But what if anxiety still happens?
It’s not the end of the world if you still feel your heart, breathing and stroke rates getting away from you mid-swim. TI Coach Brian Vande Krol of Denver is coaching a new triathlete who can only swim a few pool lengths but has her first race next weekend. Brian asked what her goal is for the swim leg. She said that her goal is not to panic. Brian replied that it’s highly likely she will feel panicky at some point. Rather, her goal should be to recover well from any anxiety attack. He advised her to “go to Sweet Spot [a relaxing position intended to provide ‘a pool wall’ in open water]. Spend a few breaths contemplating life and how great it is to be living it in such a vibrant manner. Take a few more breaths while visualizing how you want your swim to feel, and then get back to it in a calm, easy manner.” Brian adds, “The ability to hit the reset button is a key for turning a bad experience into a good one.”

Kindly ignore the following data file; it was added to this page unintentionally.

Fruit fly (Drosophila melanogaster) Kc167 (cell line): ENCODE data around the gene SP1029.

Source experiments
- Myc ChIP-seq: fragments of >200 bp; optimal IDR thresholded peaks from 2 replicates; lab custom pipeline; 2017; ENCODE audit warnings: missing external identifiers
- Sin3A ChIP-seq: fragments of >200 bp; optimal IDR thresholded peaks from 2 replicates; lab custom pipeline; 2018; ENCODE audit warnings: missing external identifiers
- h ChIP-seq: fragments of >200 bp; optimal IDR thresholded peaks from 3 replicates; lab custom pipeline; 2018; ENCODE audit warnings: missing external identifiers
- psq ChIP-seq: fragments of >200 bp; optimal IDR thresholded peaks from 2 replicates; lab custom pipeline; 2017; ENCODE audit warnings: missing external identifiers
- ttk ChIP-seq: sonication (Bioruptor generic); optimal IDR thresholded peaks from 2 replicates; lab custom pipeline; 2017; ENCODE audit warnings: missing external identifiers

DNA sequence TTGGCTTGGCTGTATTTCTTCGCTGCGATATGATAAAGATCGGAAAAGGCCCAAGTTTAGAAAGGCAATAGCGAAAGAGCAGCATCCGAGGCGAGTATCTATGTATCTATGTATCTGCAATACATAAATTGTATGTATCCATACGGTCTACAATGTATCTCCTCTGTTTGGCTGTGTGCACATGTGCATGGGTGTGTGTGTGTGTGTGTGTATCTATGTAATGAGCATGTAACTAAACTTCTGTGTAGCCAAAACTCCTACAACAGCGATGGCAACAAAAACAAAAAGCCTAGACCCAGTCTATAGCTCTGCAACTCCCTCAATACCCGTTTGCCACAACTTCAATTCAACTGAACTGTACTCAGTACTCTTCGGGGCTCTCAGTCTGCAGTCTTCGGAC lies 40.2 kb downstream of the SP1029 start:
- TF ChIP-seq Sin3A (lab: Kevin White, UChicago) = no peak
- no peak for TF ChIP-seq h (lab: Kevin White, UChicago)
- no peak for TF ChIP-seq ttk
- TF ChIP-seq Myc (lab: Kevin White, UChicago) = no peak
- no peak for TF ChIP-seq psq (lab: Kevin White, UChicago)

Brian suggests breathing through anxiety. So does Mike Daley a TI Coach in Chicago. Many of his clients are from Wisconsin where there have been three tri-swim fatalities in the last three years. “I teach all my swimmers to use yoga breathing as their standard vehicle for resting at pool’s end while practicing mindful swimming. It’s been proven effective for calming nerves, lowering heart rates, and centering before swimming in open water. When they feel their heart rate elevate or need to organize their thinking and find calm during a swim, they roll to Sweet Spot and take a few yoga breaths. When they feel calm and centered, they roll face down again and begin stroking calmly.”
Terry Laughlin is head coach of Total Immersion Swimming and the 2011 US Masters 60-64 National Champion in the 5K Open Water Swim. Read his blog at Swimwellblog.com.
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